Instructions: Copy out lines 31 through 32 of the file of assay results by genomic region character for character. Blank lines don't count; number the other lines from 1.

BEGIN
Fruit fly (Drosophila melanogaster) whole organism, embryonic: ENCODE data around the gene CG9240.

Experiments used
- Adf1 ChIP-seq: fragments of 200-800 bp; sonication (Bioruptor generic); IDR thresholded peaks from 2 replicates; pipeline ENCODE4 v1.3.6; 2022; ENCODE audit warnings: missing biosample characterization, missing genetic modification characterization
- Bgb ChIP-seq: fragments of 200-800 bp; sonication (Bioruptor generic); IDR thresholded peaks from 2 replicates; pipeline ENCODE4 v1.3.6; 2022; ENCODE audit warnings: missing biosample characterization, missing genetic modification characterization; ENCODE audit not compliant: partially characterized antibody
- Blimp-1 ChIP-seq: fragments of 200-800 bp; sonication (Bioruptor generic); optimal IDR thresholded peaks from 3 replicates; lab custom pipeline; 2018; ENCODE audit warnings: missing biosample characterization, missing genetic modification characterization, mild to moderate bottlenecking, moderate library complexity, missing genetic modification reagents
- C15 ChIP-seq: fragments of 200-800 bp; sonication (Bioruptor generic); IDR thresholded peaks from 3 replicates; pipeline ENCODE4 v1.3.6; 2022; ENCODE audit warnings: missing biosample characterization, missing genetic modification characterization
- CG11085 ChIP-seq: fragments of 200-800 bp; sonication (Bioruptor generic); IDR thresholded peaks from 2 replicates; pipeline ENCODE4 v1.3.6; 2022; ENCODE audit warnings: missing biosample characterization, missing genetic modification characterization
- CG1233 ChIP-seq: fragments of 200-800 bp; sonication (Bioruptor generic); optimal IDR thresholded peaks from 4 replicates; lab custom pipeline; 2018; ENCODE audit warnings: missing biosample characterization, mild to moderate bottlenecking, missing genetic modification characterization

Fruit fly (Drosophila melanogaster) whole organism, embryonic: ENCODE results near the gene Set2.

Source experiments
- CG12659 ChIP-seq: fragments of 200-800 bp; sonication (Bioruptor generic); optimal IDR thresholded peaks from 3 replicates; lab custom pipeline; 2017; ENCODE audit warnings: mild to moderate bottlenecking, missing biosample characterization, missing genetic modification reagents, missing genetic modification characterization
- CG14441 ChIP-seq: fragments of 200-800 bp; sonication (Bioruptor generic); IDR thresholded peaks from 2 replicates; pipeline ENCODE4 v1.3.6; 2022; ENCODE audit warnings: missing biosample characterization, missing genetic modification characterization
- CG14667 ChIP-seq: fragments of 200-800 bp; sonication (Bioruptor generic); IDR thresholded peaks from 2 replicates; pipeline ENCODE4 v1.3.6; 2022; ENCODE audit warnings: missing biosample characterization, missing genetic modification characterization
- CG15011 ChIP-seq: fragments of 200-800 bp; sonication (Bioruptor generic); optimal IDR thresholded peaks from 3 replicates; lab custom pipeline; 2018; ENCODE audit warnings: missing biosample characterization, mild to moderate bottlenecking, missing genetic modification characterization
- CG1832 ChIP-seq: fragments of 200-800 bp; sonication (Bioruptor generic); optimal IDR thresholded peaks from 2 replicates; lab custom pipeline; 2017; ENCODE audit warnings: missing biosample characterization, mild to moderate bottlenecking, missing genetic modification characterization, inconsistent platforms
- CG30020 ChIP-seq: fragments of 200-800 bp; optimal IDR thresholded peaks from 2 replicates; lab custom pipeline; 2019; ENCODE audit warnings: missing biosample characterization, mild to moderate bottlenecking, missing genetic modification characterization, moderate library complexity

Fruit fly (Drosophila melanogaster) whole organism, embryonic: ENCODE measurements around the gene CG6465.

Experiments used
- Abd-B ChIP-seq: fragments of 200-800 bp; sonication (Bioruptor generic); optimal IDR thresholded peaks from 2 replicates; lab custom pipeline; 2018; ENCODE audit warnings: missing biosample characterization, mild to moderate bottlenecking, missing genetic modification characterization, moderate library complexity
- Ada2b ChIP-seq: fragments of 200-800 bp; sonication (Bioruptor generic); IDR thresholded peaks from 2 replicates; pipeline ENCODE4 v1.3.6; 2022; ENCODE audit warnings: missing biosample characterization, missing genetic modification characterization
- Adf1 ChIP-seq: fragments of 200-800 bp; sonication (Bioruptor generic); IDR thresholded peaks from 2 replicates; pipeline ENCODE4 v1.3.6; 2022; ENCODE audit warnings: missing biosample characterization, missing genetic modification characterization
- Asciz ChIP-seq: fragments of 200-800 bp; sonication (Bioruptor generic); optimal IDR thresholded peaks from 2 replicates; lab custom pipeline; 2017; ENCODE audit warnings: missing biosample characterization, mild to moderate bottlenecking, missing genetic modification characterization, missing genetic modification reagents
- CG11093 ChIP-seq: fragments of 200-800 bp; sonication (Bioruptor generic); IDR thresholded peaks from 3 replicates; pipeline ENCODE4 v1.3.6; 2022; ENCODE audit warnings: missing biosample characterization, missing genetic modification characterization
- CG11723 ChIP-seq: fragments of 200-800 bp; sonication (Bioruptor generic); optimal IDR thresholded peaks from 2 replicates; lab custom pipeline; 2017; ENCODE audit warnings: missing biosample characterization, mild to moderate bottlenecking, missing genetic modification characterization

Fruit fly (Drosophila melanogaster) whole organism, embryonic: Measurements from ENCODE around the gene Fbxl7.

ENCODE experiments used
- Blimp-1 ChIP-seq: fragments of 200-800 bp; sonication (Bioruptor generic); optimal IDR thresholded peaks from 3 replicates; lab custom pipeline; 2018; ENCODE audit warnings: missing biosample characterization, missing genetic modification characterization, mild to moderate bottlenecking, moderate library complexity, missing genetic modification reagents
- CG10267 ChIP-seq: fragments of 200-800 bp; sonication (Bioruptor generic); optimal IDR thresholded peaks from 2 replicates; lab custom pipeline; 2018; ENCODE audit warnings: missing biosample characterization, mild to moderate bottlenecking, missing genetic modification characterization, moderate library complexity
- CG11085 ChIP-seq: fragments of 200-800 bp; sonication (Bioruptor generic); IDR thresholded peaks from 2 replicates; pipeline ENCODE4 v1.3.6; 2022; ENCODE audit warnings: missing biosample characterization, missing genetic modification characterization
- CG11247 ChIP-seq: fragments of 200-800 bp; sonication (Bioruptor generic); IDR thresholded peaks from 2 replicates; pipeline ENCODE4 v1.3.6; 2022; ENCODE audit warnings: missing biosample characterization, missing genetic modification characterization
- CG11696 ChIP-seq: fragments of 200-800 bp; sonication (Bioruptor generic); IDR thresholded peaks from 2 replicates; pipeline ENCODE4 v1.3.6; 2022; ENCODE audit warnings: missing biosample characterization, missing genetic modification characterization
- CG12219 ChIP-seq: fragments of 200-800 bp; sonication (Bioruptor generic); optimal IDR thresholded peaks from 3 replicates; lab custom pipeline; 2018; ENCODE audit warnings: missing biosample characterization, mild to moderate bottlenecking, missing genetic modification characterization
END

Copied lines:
- CG11696 ChIP-seq: fragments of 200-800 bp; sonication (Bioruptor generic); IDR thresholded peaks from 2 replicates; pipeline ENCODE4 v1.3.6; 2022; ENCODE audit warnings: missing biosample characterization, missing genetic modification characterization
- CG12219 ChIP-seq: fragments of 200-800 bp; sonication (Bioruptor generic); optimal IDR thresholded peaks from 3 replicates; lab custom pipeline; 2018; ENCODE audit warnings: missing biosample characterization, mild to moderate bottlenecking, missing genetic modification characterization